Blue is actually one of my favorite colors. I am naturally drawn to the cool, calming tone, along with aqua and emerald green. The hue has no association with sadness for me. In fact, the color reveals feelings of just the opposite for me. When I close my eyes and sense all the shades of blue, I think: blue skies and bliss, sweet blueberries divine, deep blue seas of possibility, tropical blue beaches of relaxation, and bright blue bundles of accessory and decor. Brilliant blue tones lift my spirits and cheer my soul. – Sapphires happen to be my favorite gem, next to diamonds, by the way – Cool blues relax my heart and comfort my disposition.
I like to paint my bedroom blue – slate blue.
I wear blue, in some fashion or another, just about every day.
Someone once told me that the color blue goes well with my blue eyes. I listened.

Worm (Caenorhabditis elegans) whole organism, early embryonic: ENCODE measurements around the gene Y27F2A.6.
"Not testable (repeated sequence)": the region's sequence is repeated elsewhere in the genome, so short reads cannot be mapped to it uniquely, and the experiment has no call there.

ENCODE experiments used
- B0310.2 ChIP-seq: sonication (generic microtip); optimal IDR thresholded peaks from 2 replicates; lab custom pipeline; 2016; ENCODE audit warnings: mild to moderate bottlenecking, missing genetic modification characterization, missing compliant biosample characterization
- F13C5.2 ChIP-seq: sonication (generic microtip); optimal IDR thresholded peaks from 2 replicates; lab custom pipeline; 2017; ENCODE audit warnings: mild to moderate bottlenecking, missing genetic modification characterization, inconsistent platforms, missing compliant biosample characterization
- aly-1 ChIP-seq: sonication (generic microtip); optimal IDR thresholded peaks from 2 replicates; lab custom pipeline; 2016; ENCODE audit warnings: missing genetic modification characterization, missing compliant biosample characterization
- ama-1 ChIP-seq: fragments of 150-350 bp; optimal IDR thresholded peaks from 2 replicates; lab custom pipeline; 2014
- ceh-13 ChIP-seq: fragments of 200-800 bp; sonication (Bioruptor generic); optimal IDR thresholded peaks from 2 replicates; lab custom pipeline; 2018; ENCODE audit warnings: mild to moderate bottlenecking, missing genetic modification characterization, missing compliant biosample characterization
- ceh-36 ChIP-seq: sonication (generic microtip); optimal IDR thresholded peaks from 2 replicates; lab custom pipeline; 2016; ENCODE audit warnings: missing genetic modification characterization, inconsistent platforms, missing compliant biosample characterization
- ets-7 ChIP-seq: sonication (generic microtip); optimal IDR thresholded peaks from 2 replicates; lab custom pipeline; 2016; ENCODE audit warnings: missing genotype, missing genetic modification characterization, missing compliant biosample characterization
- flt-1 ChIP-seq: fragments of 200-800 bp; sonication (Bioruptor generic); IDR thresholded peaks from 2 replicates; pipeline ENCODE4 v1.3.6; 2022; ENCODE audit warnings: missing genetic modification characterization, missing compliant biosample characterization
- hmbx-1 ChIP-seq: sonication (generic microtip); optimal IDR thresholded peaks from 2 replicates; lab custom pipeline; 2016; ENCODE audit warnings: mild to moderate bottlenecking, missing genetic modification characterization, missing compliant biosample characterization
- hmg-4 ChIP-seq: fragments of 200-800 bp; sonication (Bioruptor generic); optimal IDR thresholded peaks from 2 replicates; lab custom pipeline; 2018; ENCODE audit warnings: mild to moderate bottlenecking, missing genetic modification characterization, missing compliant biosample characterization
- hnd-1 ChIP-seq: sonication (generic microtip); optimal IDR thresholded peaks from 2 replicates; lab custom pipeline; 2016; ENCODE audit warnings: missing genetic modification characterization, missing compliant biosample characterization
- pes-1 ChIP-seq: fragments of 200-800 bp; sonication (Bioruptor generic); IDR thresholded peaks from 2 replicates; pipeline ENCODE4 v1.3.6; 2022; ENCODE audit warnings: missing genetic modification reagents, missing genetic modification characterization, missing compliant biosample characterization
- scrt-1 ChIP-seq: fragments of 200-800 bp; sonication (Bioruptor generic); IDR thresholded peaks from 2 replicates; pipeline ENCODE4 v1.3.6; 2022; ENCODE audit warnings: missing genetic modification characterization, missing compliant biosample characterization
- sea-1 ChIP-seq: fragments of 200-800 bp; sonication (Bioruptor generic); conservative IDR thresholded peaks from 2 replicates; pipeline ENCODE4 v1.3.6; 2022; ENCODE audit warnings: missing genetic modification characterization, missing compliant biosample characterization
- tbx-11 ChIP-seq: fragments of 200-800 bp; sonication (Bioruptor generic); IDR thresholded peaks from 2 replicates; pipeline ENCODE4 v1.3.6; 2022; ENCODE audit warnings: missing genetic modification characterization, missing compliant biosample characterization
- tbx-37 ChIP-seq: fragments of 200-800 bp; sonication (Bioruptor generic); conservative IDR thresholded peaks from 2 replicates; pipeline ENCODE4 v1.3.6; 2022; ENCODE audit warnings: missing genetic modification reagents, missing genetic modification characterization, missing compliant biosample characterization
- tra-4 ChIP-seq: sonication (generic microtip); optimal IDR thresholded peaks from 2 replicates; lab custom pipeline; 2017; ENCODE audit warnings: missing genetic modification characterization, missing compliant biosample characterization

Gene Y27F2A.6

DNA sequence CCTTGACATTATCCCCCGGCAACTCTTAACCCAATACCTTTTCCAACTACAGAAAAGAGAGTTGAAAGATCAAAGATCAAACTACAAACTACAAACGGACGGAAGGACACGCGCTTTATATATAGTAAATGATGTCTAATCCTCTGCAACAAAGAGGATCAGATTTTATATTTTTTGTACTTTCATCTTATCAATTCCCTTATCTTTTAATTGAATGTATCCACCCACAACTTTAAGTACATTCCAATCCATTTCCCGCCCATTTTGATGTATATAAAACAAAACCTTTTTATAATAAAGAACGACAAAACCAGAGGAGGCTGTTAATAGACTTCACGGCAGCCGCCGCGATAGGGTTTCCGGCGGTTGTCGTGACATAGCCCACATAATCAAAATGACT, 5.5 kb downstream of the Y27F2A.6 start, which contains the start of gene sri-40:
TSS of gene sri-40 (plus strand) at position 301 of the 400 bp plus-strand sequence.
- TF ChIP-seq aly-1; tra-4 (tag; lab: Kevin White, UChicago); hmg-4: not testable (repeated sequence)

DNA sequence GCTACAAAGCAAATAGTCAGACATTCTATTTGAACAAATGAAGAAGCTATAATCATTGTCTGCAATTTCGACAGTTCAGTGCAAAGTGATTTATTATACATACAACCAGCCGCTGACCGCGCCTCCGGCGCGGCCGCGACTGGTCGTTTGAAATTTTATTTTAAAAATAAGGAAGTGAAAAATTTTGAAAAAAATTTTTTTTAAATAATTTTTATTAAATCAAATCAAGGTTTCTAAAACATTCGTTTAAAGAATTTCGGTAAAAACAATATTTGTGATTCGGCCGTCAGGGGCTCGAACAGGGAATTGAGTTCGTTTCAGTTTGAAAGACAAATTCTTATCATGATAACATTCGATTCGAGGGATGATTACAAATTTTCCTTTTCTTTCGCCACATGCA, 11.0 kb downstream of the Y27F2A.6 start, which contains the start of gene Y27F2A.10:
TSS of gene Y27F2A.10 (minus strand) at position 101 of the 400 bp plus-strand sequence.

My suitcase is blue. My phone case is aqua blue. My fingernails are painted iridescent baby blue.
Why the association with down-trodden grief and despair? I do understand color-word-expression associations on some level. “Tickled pink” makes sense to me. A little physical tickle may result in a pink flush of the skin. “Lucky green,” the color of lucky shamrocks and money. But why sadness and blue?
The best explanation I could muster:
The blues were around long before African Americans put them to music. The expression originates in the belief of early English settlers that “blue devils,” or mean spirits, had followed them to their new land. These devils were thought to be the cause of sadness, and so a bout of depression was called “the blues.” Because no one could have been sadder than the black slaves, their raw expression of the mood in a unique and brilliant musical form became known as “the blues.”